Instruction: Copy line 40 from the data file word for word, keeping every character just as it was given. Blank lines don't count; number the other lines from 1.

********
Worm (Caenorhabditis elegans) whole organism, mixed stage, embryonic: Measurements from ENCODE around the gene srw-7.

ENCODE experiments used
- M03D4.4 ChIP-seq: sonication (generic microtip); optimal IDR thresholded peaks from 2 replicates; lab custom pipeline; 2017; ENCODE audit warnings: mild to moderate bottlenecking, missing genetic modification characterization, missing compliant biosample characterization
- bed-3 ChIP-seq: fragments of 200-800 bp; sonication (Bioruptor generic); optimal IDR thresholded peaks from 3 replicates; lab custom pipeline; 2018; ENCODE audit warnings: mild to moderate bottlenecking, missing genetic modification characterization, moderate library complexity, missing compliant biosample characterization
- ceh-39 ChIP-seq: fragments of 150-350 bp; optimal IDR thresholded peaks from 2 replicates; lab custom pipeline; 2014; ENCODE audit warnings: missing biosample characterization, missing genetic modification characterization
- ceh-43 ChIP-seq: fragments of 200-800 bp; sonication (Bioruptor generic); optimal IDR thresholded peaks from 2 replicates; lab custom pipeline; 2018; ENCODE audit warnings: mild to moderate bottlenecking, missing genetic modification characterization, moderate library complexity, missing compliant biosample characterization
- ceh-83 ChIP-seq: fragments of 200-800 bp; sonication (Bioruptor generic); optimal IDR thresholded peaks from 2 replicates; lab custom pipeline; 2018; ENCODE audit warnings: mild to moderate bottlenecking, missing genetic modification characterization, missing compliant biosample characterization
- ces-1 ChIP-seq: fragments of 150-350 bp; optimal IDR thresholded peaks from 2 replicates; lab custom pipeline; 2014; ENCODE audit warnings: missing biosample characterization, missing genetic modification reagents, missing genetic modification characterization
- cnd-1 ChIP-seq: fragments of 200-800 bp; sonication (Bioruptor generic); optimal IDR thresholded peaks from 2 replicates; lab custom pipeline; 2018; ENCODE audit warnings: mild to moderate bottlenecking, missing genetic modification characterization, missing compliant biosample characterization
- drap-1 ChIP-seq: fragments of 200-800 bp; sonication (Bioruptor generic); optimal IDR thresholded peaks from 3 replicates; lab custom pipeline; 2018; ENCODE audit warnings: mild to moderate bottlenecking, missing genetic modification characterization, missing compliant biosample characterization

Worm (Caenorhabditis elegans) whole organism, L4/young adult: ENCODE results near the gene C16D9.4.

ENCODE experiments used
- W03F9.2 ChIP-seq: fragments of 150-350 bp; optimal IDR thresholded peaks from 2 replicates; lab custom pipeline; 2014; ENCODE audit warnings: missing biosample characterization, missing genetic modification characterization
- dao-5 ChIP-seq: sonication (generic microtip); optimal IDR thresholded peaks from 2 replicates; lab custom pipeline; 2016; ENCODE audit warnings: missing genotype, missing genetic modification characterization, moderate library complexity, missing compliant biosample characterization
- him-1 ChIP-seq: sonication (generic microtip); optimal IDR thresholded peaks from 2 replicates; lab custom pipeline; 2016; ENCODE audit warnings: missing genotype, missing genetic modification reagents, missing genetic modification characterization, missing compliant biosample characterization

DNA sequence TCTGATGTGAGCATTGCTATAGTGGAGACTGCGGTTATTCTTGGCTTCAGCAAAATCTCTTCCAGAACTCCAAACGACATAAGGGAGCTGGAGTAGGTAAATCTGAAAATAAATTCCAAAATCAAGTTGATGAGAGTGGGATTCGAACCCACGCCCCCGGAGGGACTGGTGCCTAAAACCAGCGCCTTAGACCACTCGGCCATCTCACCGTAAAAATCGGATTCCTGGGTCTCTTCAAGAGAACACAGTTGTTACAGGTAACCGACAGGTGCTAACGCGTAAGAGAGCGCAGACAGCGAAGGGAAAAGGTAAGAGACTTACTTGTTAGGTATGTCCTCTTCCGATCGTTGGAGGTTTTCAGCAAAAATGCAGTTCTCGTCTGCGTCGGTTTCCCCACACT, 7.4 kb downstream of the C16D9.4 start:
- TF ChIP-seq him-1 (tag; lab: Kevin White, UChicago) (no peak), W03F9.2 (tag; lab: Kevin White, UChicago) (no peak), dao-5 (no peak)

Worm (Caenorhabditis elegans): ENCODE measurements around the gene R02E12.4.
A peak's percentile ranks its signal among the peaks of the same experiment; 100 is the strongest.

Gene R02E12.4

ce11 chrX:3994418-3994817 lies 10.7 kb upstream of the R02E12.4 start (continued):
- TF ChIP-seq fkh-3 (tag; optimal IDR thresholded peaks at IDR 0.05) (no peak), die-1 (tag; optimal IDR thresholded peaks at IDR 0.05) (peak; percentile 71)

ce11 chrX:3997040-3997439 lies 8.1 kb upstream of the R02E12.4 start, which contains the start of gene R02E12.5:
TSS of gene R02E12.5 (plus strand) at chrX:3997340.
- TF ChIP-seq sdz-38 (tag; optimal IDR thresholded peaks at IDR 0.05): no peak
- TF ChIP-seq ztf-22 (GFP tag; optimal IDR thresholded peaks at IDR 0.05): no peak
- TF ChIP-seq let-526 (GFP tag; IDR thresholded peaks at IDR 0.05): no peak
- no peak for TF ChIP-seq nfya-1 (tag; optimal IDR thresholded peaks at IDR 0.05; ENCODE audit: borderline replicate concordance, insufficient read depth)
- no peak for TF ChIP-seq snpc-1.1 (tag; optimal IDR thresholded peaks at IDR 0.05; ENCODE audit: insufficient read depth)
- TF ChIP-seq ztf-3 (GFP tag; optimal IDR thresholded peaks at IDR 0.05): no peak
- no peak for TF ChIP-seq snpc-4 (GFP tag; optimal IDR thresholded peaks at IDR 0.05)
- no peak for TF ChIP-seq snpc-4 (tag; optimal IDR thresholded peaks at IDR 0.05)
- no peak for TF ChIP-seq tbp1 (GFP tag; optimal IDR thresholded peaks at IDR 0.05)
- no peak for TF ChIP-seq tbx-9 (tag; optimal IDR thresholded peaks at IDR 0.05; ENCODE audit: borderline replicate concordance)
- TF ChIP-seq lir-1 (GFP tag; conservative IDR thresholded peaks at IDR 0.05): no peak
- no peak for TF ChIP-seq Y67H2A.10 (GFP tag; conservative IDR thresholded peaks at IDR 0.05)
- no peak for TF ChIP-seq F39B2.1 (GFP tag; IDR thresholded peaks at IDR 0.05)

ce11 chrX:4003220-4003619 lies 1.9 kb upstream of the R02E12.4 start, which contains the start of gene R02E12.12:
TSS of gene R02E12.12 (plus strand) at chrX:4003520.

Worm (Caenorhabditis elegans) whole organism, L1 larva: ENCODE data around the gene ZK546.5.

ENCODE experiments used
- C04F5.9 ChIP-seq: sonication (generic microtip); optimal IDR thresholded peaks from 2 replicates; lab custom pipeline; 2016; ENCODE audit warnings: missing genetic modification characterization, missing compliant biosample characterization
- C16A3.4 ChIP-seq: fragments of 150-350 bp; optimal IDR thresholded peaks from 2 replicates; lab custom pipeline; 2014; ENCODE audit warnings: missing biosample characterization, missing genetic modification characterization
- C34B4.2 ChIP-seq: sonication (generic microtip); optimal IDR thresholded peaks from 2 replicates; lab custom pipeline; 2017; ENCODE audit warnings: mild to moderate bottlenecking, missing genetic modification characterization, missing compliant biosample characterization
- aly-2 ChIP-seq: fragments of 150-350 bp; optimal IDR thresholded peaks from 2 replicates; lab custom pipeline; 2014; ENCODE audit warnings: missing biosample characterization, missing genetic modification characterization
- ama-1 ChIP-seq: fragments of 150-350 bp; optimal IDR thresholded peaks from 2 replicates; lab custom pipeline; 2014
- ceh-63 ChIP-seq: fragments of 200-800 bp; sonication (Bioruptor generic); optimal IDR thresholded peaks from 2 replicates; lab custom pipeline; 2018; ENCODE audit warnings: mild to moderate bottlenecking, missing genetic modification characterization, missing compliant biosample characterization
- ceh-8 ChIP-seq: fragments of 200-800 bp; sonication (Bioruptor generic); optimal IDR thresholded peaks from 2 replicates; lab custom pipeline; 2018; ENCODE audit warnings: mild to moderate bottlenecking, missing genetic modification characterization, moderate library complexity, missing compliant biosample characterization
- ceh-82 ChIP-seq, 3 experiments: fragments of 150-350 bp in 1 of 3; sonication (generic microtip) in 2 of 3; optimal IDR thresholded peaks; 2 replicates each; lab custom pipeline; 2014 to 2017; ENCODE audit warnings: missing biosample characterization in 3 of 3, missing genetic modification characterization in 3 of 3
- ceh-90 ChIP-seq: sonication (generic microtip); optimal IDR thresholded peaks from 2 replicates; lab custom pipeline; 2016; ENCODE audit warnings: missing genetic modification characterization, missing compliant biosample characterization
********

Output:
Worm (Caenorhabditis elegans) whole organism, L1 larva: ENCODE data around the gene ZK546.5.